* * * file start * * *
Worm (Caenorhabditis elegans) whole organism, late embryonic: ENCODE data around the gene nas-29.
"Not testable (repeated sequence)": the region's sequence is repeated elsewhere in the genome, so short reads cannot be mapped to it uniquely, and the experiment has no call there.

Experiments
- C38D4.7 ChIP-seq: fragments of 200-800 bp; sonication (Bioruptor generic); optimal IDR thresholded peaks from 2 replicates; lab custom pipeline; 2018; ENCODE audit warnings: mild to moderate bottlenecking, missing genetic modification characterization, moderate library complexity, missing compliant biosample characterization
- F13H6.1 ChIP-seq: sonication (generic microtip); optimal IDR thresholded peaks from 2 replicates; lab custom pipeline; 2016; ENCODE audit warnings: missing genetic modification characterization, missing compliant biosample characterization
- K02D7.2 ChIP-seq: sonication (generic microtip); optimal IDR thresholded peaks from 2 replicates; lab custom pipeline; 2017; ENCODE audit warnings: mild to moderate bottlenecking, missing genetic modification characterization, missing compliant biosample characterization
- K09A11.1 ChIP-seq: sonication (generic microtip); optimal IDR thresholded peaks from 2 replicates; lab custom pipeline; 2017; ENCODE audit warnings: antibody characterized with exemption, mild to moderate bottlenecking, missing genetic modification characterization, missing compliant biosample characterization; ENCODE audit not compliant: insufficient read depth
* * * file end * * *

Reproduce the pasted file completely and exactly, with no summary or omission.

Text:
Worm (Caenorhabditis elegans) whole organism, late embryonic: ENCODE data around the gene nas-29.
"Not testable (repeated sequence)": the region's sequence is repeated elsewhere in the genome, so short reads cannot be mapped to it uniquely, and the experiment has no call there.

Experiments
- C38D4.7 ChIP-seq: fragments of 200-800 bp; sonication (Bioruptor generic); optimal IDR thresholded peaks from 2 replicates; lab custom pipeline; 2018; ENCODE audit warnings: mild to moderate bottlenecking, missing genetic modification characterization, moderate library complexity, missing compliant biosample characterization
- F13H6.1 ChIP-seq: sonication (generic microtip); optimal IDR thresholded peaks from 2 replicates; lab custom pipeline; 2016; ENCODE audit warnings: missing genetic modification characterization, missing compliant biosample characterization
- K02D7.2 ChIP-seq: sonication (generic microtip); optimal IDR thresholded peaks from 2 replicates; lab custom pipeline; 2017; ENCODE audit warnings: mild to moderate bottlenecking, missing genetic modification characterization, missing compliant biosample characterization
- K09A11.1 ChIP-seq: sonication (generic microtip); optimal IDR thresholded peaks from 2 replicates; lab custom pipeline; 2017; ENCODE audit warnings: antibody characterized with exemption, mild to moderate bottlenecking, missing genetic modification characterization, missing compliant biosample characterization; ENCODE audit not compliant: insufficient read depth